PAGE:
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Diagnosing “Washington-Entitlement Syndrome”

Democratic Senator Dianne Feinstein went viral on Twitter on Friday Feb. 22 because she was visited by a group of teenage and preteen students who had concerns about climate change and asked the senator to support the Green New Deal.

The Green New Deal is a bill championed by Congressional freshman and democratic-socialist Alexandria Ocasio-Cortez who represents the 14th congressional district of New York. The bill pushes polarizing progressive policies including 100 percent clean and renewable energy nationwide within the next 10 years.

The Democratic party has had mixed reactions, as some are wary of siding with such a progressive bill. Even the Speaker of the House Nancy Pelosi has not completely endorsed this bill. However, when approached, Feinstein had a rather dismissive and condescending tone when addressing the students. When the students practically begged her to support the initiative she boasted that she had been a Senator for over a quarter of a century. She said, “I’ve been doing this for thirty years. I know what I’m doing.”

Now, this is one of the bigger underlying issues within politics today. It is an attitude of complacency, entitlement and stubbornness. It is an old style of politics where seniority and status quo overrule the will and safety of the constituency. It is the attitude of “I deserve my spot here.” Politics should have no place for that. However, over the past eight months, I have noticed two more instances of political entitlement.

Starting off with a fairly popular example, in October of 2018, the Senate voted in the Supreme Court Justice Judge Brett Kavanaugh to take over for Former Justice Anthony Kennedy. However, Judge Kavanaugh was surrounded by three different cases of sexual assault, going down as the most disliked Supreme court nominee in nearly 30 years.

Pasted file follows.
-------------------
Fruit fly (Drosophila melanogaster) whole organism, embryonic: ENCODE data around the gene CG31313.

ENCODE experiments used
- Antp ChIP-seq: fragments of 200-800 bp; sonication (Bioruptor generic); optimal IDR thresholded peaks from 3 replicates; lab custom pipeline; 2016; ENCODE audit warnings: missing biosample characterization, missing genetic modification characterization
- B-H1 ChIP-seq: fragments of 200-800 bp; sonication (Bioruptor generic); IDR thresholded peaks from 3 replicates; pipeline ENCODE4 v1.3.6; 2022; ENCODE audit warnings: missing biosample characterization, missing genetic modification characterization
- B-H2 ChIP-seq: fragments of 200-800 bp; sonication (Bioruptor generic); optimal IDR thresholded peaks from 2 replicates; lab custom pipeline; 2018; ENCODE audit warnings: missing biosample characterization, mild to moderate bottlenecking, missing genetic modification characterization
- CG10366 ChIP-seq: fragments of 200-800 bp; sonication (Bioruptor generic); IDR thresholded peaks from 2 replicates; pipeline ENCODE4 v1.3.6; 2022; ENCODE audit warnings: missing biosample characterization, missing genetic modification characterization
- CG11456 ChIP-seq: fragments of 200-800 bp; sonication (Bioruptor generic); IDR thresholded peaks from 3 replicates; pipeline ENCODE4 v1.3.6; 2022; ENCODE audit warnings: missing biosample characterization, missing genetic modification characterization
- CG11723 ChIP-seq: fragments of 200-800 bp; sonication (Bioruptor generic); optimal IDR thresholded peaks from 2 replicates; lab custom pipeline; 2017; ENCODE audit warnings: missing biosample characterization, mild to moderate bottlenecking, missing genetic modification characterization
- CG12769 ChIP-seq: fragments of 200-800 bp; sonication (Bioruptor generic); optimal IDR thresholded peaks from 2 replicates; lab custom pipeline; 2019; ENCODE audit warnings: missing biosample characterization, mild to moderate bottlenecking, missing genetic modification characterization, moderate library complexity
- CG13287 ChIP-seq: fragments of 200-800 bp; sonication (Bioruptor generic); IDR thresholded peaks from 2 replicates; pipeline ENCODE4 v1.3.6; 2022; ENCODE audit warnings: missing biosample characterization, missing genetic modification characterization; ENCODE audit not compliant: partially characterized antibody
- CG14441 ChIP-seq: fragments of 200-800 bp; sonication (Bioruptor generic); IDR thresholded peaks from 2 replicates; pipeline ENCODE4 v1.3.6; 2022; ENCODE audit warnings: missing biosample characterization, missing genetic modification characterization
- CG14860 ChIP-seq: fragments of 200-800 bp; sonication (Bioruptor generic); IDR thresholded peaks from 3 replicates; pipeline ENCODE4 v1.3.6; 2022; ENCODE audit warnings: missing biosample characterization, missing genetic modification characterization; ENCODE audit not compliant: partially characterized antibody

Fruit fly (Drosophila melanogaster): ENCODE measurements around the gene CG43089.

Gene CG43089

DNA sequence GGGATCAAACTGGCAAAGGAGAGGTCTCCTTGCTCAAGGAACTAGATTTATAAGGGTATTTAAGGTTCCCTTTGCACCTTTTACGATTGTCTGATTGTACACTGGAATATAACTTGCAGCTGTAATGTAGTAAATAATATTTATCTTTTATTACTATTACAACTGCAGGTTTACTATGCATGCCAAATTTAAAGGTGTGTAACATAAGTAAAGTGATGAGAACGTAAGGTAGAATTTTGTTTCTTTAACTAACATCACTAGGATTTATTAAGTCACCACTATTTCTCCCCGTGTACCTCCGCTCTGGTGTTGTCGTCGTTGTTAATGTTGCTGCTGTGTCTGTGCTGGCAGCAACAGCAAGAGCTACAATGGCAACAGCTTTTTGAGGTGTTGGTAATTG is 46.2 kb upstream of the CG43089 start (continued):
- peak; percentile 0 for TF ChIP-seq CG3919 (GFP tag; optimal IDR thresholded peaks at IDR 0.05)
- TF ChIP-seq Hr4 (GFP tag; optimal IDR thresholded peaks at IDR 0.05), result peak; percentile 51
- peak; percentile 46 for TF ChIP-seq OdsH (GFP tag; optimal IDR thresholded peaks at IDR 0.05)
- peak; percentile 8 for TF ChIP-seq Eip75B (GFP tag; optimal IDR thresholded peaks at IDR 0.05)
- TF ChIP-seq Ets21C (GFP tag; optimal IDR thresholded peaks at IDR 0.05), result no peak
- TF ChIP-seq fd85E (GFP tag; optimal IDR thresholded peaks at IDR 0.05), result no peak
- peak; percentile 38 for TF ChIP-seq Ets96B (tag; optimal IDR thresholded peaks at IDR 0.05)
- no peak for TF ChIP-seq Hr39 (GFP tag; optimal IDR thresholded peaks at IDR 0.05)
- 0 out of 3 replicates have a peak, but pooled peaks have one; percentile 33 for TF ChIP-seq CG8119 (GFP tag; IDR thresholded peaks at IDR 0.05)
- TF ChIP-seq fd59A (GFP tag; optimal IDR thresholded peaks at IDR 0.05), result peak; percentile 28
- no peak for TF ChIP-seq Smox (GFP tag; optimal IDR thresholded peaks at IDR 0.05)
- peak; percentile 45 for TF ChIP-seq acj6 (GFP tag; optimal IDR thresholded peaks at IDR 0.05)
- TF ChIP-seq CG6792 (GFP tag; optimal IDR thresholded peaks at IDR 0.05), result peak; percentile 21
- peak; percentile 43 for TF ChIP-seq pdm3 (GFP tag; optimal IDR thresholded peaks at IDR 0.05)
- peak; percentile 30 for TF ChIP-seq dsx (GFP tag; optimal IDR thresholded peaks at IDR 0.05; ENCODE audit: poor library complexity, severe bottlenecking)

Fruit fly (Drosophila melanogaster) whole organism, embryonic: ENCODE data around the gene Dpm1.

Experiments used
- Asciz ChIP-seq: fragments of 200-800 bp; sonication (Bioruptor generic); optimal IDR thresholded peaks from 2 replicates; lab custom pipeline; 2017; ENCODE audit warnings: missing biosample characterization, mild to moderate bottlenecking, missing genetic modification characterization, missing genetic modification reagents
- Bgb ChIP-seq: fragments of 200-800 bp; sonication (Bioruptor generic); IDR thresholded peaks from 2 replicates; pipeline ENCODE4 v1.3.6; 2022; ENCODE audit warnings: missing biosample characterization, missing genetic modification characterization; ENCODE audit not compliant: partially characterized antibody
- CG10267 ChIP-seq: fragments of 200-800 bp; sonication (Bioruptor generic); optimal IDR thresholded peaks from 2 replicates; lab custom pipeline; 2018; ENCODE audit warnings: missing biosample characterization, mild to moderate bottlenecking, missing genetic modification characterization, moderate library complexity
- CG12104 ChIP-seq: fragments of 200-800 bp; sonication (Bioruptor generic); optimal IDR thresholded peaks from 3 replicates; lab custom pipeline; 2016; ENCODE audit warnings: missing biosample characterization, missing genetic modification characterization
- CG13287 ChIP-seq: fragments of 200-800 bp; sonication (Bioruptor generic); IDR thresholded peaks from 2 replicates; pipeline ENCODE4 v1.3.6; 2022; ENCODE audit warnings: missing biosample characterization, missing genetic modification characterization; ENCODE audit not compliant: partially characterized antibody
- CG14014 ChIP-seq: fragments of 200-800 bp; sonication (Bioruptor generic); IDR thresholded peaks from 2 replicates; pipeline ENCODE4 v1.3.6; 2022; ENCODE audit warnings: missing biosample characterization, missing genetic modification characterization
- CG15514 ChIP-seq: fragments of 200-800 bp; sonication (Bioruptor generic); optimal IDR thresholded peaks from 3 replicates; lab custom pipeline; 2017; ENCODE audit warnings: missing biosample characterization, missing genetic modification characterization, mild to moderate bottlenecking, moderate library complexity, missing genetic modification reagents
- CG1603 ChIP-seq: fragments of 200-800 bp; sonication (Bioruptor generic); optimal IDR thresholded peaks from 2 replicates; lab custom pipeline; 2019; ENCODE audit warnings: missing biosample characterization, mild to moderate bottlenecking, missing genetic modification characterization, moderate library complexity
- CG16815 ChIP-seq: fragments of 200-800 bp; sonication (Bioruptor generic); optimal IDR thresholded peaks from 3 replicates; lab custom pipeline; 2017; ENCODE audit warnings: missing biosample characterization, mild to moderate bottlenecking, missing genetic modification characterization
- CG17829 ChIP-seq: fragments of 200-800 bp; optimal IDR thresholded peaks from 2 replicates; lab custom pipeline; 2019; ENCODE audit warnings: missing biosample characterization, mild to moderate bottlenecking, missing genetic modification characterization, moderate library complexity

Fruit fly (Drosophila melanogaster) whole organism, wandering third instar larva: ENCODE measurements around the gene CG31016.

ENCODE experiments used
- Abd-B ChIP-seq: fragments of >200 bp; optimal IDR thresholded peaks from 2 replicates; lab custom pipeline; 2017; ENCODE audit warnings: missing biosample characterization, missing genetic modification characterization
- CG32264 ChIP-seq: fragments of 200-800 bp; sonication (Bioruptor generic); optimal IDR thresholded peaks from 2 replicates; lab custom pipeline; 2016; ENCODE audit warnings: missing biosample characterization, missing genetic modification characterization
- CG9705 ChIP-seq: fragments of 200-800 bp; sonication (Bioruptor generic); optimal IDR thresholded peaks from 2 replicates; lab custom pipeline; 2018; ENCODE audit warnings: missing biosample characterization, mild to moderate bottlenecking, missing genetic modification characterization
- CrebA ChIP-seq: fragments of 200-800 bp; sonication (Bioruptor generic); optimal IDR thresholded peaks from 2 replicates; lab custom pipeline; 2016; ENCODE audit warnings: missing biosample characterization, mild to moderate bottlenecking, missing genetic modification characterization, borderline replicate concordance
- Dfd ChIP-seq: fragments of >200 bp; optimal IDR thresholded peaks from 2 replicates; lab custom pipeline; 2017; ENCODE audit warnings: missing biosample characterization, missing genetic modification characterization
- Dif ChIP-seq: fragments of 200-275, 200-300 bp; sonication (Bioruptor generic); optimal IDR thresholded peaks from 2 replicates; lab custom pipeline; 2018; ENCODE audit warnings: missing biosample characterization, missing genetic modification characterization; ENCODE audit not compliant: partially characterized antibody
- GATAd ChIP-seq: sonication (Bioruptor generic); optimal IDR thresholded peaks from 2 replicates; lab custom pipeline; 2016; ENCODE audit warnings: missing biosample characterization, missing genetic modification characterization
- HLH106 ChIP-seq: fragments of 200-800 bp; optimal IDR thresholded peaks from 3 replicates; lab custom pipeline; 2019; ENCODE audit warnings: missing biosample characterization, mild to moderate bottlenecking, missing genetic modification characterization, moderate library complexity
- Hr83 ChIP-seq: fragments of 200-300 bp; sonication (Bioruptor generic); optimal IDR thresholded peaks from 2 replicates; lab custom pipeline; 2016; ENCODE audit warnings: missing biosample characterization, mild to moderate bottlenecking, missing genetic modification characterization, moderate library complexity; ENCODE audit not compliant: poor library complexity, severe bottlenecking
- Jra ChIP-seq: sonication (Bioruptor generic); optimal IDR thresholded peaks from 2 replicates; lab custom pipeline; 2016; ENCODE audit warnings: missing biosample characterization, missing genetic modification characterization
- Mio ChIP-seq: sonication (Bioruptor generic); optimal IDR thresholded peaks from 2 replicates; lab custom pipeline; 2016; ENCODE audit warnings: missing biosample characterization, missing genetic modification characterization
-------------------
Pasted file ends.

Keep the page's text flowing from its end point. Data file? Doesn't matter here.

Now, whether you think the hearings were politically motivated or a genuine attempt to believe survivors is up to you. However, one theme I saw coming up in his defense is his time at Yale. He consistently addressed the facts that he “worked his butt off” in Yale, got into law school and became a circuit court judge. He inferred that he had earned his position on the Supreme Court, by working hard.

Another example happened last month. Scott Wong, a reporter from the Hill, wrote an article about some Democratic lawmakers who were upset that Ocasio-Cortez won her seat over the incumbent Joe Crowley. There has been murmurs of making her a one-term congresswoman by backing a different opponent in the 2020 Primary. An anonymous Democratic lawmaker even stated that “You’ve got numerous council people and state legislators who’ve been waiting 20 years for that seat.” This is another inference of political entitlement, where legislators believe that they’re waiting their turn to get that seat.

This is something I need to make sure that Kavanaugh, Feinstein and all the legacy members of Congress understand. We live in a democracy, a system where the people for their representation and in turn, the legislative create and negotiate policies that align with what their constituency may want, even if they personally disagree. You work for the people, and when your constituents say that they are worried about an issue, your job is not to condescend them or flex that you were “elected by almost a million-vote plurality.” Your job is to support the bills your constituents align with.

Now, I am not discounting the merit of hard work. But, in politics, longevity and experience is not the whole battle. You’re chosen by the citizens of your district, state, city or even country.  This is not a deli, where you take a number or wait in line for your turn at representing your base. This midterm election is a great instance. The 104 legislators that left Congress can testify that if you don’t appropriately represent your base, they will replace you.  

These aren’t common jobs. As senators, congresspeople or even Supreme Court justices, you will represent districts, states or even your entire nation. This is no place for bullheadedness or complacency. Your position is not given to you, it is an earned privilege to take the title and it is your responsibility to listen to the concerns of your constituents, to create policies that align to those concerns and to continue to pursue a career of integrity, honesty and justice.